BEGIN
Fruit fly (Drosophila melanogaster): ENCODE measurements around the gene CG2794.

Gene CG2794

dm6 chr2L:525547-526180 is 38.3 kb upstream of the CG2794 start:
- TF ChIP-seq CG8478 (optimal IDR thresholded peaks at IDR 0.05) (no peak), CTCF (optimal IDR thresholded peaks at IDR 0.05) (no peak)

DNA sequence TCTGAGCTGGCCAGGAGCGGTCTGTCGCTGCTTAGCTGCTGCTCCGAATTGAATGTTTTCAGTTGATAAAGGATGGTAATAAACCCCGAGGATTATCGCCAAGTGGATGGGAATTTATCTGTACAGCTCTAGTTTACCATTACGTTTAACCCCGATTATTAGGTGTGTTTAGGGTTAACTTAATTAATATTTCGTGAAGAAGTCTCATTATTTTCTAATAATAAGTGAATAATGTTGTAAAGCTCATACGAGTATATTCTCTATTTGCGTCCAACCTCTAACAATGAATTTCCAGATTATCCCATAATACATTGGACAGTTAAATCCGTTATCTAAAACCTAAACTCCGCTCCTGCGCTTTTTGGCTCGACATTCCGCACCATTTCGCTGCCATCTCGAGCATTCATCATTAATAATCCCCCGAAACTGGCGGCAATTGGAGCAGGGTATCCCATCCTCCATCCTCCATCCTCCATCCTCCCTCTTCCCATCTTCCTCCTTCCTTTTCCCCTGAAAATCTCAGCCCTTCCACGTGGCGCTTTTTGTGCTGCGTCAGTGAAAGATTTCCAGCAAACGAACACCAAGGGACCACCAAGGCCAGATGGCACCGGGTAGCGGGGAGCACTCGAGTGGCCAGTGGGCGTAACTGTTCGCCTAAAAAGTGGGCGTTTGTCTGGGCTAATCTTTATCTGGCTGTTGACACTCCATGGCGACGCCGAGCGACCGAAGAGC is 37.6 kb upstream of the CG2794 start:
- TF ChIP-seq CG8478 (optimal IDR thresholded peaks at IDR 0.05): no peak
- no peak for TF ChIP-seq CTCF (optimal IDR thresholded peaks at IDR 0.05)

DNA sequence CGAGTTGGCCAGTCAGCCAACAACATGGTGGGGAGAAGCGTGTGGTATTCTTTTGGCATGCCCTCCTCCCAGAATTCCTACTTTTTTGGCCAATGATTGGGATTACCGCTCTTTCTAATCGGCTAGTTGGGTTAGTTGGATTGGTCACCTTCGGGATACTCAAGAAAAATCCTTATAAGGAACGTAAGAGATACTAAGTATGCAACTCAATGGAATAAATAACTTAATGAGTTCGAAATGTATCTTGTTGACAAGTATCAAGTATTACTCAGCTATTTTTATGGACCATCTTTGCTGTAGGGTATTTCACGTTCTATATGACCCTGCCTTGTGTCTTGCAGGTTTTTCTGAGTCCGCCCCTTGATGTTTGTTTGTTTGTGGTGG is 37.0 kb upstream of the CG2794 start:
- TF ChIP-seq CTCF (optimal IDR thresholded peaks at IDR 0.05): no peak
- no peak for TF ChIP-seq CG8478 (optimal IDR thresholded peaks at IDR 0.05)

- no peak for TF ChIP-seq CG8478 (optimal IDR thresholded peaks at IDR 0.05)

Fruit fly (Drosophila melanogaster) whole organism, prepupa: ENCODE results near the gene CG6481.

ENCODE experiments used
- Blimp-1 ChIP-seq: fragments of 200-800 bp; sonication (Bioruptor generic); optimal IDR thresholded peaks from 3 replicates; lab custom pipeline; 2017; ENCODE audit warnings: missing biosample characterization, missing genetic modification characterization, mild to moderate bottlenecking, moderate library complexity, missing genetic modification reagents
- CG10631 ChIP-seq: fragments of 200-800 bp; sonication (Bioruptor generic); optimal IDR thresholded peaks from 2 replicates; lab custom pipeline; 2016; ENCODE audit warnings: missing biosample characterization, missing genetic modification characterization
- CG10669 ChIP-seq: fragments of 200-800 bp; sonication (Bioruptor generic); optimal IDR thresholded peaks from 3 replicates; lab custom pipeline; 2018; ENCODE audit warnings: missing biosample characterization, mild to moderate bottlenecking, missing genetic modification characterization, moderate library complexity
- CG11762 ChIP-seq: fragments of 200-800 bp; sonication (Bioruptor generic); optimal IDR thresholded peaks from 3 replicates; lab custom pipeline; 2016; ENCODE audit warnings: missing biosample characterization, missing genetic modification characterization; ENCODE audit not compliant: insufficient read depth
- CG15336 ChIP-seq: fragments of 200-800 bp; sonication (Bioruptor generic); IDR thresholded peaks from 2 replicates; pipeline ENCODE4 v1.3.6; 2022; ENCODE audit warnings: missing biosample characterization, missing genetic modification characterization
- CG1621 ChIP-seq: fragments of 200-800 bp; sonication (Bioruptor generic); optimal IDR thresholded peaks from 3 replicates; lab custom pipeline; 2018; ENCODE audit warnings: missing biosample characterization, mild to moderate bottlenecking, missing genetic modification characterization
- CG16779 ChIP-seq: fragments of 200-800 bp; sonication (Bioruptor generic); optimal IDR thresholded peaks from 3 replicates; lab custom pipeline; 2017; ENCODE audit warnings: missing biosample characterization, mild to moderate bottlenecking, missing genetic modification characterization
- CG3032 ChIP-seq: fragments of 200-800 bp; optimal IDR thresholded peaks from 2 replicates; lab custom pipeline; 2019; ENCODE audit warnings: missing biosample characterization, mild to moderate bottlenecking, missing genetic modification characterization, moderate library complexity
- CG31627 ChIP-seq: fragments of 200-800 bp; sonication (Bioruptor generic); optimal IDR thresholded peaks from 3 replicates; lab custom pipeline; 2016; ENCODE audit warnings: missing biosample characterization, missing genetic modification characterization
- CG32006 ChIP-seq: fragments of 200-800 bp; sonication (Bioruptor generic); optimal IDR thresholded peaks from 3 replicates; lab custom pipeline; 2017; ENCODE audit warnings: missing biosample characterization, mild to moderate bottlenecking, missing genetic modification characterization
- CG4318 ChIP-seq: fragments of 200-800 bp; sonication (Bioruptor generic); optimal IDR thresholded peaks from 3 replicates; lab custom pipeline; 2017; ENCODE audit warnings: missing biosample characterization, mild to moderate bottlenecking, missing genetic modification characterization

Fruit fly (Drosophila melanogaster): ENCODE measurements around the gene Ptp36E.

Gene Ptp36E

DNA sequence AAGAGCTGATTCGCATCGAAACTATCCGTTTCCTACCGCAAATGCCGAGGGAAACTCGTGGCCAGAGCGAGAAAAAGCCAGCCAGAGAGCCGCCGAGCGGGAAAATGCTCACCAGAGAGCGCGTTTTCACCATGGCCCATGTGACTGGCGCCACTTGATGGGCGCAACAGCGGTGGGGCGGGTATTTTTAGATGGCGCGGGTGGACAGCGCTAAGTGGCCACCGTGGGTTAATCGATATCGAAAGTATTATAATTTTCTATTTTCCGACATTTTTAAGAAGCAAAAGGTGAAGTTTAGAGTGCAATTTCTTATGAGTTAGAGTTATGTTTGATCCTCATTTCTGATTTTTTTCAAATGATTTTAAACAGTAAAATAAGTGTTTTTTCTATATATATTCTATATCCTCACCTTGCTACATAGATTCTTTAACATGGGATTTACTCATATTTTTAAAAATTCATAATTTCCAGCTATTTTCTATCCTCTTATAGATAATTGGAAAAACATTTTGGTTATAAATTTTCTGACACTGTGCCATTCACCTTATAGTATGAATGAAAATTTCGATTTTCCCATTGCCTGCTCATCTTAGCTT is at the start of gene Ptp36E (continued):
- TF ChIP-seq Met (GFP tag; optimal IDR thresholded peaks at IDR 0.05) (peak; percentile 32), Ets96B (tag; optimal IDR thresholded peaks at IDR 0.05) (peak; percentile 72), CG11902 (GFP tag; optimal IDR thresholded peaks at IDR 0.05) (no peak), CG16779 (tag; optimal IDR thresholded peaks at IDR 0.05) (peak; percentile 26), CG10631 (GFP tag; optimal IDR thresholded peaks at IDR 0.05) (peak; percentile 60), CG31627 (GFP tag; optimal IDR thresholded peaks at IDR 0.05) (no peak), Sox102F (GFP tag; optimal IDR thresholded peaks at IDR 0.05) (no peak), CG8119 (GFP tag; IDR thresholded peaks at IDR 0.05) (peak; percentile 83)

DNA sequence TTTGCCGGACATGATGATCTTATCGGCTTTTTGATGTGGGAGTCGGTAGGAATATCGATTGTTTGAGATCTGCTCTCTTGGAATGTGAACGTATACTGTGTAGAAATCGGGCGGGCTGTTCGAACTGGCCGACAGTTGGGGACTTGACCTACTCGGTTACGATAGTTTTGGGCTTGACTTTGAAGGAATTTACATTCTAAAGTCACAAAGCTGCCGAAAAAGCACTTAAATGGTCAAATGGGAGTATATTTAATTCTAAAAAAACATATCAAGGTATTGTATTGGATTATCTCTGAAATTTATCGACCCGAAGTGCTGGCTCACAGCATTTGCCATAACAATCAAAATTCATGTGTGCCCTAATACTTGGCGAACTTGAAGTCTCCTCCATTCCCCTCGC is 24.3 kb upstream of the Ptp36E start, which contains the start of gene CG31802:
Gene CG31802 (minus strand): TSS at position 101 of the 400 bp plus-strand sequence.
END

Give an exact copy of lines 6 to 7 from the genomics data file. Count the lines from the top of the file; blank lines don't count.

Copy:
- TF ChIP-seq CG8478 (optimal IDR thresholded peaks at IDR 0.05): no peak
- no peak for TF ChIP-seq CTCF (optimal IDR thresholded peaks at IDR 0.05)